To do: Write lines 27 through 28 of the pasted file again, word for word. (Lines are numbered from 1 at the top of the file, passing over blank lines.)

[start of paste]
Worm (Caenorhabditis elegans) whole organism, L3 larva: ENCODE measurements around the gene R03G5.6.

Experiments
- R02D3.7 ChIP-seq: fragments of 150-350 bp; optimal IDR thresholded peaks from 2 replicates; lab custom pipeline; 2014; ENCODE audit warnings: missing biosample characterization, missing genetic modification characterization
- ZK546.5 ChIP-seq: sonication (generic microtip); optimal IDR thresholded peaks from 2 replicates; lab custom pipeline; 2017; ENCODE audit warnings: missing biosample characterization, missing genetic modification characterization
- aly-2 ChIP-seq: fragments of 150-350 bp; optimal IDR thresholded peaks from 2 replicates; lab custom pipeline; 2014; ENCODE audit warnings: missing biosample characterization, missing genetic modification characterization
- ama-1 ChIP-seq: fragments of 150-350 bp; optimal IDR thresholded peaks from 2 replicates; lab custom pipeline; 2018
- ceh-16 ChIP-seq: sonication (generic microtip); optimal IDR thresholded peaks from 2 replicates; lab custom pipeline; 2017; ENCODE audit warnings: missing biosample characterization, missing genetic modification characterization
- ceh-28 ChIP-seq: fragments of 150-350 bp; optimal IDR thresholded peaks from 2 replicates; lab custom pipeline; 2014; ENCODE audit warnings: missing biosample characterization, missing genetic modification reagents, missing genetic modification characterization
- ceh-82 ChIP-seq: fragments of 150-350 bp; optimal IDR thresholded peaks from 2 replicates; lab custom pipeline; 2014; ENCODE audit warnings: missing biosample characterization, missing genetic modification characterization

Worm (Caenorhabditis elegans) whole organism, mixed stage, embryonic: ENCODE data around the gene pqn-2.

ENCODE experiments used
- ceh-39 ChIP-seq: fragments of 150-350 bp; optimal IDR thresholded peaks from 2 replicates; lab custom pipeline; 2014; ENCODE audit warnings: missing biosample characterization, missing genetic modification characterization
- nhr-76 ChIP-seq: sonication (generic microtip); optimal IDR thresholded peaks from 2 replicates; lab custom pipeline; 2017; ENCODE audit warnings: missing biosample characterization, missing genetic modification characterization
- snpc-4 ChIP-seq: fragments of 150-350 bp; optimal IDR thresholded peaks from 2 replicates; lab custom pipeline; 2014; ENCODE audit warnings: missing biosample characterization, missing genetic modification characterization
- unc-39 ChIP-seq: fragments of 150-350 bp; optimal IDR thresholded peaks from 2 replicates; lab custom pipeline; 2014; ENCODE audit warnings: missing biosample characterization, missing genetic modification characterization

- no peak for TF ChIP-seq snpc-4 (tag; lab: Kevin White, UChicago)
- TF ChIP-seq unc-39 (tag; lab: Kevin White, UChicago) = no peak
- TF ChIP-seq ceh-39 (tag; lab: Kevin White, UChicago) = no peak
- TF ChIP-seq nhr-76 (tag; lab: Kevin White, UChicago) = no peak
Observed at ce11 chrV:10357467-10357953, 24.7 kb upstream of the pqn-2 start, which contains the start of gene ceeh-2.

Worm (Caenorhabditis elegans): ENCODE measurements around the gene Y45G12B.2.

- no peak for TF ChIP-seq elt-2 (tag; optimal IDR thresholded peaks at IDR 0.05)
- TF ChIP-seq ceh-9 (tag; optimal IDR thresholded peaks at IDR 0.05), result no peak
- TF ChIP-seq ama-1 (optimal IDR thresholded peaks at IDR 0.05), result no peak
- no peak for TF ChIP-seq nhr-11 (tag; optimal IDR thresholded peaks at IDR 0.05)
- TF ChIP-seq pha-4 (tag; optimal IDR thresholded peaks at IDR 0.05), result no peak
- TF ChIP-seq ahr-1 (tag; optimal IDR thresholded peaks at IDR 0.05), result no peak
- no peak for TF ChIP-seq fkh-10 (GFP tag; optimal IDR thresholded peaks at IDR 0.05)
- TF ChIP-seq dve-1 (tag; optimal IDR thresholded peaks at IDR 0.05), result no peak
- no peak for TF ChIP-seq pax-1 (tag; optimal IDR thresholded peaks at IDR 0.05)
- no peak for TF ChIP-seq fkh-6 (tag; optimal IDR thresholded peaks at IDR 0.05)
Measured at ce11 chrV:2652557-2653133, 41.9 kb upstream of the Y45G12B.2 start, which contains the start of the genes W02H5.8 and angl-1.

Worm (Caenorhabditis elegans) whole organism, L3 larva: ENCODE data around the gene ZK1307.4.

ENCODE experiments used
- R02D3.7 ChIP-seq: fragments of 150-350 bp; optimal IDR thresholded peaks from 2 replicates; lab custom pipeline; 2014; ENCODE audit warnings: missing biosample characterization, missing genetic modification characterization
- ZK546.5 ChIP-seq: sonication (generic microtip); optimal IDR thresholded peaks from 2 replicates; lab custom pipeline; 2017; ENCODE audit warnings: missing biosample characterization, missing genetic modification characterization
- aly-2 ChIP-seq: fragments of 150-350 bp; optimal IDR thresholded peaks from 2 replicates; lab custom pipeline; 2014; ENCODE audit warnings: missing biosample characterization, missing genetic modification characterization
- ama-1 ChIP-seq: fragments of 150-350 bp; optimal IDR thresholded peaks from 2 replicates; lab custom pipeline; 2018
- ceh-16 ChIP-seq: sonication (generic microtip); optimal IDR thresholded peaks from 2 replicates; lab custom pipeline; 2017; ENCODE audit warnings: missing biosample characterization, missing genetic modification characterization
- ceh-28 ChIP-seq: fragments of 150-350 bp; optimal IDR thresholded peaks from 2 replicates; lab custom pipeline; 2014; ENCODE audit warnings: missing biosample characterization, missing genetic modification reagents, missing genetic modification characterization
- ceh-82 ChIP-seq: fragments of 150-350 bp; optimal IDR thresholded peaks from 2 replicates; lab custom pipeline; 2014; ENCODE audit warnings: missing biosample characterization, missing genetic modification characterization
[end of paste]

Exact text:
- TF ChIP-seq ahr-1 (tag; optimal IDR thresholded peaks at IDR 0.05), result no peak
- no peak for TF ChIP-seq fkh-10 (GFP tag; optimal IDR thresholded peaks at IDR 0.05)